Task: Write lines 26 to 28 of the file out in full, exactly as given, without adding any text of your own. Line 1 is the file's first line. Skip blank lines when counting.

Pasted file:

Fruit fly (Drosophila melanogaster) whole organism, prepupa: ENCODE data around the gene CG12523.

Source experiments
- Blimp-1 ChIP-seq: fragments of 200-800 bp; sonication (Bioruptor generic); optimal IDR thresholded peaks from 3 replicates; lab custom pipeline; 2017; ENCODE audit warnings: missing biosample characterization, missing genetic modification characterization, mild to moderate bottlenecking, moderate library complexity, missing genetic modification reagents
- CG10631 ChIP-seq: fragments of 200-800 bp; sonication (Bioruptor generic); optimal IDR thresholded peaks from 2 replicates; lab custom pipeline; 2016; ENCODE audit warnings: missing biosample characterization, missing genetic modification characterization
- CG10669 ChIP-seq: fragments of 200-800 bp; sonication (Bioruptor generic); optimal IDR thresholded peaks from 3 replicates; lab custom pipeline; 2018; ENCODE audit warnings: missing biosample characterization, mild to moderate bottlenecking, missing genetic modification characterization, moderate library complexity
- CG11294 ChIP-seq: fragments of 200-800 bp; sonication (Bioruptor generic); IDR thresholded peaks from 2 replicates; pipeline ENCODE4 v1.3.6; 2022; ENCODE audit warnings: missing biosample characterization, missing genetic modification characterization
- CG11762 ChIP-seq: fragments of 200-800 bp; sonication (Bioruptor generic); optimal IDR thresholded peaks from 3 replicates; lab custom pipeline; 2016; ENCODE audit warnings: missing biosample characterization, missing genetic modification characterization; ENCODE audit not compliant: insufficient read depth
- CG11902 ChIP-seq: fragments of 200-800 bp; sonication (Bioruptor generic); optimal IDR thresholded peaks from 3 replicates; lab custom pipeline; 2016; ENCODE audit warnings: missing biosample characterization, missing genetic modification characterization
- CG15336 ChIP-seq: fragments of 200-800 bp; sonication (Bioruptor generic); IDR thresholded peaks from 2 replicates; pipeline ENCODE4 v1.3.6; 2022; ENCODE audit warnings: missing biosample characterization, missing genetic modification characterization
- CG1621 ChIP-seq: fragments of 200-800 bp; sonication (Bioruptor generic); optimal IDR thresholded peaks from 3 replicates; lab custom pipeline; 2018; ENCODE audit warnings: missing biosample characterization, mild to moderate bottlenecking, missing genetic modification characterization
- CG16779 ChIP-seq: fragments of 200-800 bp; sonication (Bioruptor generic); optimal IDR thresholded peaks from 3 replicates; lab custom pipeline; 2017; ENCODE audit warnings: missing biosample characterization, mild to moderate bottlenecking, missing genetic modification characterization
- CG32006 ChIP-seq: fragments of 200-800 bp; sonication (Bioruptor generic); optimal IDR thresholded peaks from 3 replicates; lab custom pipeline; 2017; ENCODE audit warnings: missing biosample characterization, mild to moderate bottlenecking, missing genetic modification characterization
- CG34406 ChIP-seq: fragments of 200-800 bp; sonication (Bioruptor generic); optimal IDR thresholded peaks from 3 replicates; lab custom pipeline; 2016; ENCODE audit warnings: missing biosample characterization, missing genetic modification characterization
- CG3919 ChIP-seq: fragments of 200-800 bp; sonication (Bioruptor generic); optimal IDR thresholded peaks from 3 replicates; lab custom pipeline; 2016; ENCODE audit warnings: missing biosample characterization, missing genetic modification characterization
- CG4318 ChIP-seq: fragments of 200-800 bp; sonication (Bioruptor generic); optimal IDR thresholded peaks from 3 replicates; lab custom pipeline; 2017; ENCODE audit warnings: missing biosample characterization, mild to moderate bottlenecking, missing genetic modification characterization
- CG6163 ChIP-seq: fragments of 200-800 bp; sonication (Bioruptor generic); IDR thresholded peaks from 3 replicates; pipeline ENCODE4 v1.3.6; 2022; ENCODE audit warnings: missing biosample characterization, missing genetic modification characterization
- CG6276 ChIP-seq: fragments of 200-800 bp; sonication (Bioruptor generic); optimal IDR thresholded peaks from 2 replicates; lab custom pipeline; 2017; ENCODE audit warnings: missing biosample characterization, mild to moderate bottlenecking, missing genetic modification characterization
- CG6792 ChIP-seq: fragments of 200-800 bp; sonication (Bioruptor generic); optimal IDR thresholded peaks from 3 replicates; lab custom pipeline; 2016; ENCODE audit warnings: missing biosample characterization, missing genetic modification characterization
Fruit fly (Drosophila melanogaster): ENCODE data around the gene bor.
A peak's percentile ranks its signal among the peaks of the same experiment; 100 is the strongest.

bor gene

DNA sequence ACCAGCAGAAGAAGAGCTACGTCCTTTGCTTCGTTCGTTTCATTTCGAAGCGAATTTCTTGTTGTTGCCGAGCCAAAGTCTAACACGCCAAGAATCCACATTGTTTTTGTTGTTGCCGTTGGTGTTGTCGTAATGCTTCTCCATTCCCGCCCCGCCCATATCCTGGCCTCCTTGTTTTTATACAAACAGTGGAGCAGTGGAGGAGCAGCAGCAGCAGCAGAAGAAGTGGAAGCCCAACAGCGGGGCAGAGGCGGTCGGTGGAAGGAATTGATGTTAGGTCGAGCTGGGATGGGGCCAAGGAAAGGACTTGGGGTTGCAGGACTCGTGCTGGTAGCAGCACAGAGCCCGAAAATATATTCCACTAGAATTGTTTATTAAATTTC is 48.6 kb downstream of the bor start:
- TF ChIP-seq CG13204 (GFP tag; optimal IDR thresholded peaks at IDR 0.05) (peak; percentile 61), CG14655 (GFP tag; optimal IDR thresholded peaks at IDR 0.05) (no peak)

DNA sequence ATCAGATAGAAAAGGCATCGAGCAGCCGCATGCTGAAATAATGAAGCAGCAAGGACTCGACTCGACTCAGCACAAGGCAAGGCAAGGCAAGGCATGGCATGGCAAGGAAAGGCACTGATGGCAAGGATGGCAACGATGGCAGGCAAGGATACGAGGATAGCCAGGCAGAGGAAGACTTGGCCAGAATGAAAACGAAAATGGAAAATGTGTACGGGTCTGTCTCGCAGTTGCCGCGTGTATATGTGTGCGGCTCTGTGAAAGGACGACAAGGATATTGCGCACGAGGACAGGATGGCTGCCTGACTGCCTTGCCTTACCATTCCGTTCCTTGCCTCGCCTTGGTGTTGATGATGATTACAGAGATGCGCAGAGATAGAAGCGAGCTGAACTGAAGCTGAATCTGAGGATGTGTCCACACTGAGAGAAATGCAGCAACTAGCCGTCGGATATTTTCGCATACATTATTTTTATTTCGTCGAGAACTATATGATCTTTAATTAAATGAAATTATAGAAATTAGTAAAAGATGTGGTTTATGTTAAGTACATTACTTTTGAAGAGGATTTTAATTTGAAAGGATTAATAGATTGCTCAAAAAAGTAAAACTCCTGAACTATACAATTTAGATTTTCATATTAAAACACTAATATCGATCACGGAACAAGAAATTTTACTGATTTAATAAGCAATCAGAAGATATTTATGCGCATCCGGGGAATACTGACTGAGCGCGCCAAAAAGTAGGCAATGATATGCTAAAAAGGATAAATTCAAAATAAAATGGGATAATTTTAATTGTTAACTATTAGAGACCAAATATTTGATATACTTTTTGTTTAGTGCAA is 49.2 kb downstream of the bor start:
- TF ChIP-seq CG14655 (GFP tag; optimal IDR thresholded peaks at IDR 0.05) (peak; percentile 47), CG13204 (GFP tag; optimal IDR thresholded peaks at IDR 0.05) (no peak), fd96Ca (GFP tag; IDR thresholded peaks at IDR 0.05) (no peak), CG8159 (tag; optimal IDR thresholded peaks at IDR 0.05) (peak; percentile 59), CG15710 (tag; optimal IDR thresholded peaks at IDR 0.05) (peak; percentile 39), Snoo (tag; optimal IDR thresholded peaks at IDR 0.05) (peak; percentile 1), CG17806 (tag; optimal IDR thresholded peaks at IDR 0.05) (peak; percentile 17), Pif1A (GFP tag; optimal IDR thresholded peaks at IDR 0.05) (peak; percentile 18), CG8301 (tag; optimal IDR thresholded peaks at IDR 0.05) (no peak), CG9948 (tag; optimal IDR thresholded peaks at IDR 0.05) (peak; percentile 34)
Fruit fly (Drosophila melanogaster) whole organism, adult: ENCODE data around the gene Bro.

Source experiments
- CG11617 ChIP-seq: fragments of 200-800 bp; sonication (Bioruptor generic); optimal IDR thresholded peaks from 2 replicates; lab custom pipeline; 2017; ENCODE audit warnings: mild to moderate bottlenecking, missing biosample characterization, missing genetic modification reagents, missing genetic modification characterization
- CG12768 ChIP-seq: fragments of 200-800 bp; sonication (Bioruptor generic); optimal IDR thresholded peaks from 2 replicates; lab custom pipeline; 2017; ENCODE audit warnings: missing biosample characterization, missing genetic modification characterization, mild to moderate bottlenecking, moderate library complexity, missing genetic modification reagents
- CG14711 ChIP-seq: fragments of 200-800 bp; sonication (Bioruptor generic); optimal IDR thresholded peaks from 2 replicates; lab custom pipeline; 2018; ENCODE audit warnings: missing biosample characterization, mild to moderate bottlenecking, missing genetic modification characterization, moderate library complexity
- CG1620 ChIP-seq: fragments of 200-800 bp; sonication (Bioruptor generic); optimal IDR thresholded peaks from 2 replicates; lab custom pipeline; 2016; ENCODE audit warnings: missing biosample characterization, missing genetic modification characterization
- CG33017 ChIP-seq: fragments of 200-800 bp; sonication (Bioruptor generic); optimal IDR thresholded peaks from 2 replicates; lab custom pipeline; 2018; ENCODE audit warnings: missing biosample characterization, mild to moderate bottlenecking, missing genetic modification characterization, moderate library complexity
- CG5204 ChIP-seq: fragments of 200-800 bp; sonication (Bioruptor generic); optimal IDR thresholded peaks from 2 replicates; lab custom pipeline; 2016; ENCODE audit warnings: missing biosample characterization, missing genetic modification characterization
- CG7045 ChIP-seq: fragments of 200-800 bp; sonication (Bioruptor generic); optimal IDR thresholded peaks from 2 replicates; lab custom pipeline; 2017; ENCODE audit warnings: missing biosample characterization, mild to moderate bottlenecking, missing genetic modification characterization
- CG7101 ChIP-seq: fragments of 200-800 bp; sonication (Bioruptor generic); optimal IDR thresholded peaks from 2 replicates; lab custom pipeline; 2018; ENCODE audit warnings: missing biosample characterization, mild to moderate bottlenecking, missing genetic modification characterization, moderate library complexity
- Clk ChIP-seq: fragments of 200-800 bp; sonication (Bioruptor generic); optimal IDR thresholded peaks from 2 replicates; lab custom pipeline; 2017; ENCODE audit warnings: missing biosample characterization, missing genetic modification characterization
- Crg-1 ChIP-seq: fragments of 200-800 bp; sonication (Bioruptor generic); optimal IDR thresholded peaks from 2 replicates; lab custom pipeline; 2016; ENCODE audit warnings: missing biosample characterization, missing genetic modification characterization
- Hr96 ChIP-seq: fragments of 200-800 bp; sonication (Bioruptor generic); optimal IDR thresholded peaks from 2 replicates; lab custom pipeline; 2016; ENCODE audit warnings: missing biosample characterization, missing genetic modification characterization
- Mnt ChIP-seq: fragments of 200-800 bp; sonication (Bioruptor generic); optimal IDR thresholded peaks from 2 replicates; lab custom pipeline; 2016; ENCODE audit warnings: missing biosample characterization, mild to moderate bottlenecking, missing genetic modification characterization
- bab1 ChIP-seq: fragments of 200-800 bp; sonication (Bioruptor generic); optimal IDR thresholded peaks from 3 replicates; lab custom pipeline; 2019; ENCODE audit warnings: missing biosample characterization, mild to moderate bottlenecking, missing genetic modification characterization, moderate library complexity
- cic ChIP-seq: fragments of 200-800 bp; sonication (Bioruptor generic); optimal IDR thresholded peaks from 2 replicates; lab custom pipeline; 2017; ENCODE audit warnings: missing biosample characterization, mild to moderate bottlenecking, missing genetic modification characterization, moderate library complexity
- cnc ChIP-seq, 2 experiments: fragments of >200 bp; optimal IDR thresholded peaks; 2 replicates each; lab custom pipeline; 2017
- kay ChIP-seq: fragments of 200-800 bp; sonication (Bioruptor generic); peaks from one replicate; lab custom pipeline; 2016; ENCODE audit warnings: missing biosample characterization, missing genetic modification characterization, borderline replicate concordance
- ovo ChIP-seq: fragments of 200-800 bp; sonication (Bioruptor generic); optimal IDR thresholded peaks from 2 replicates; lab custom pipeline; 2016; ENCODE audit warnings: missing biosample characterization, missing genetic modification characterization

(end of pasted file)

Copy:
Fruit fly (Drosophila melanogaster) whole organism, adult: ENCODE data around the gene Bro.

Source experiments
- CG11617 ChIP-seq: fragments of 200-800 bp; sonication (Bioruptor generic); optimal IDR thresholded peaks from 2 replicates; lab custom pipeline; 2017; ENCODE audit warnings: mild to moderate bottlenecking, missing biosample characterization, missing genetic modification reagents, missing genetic modification characterization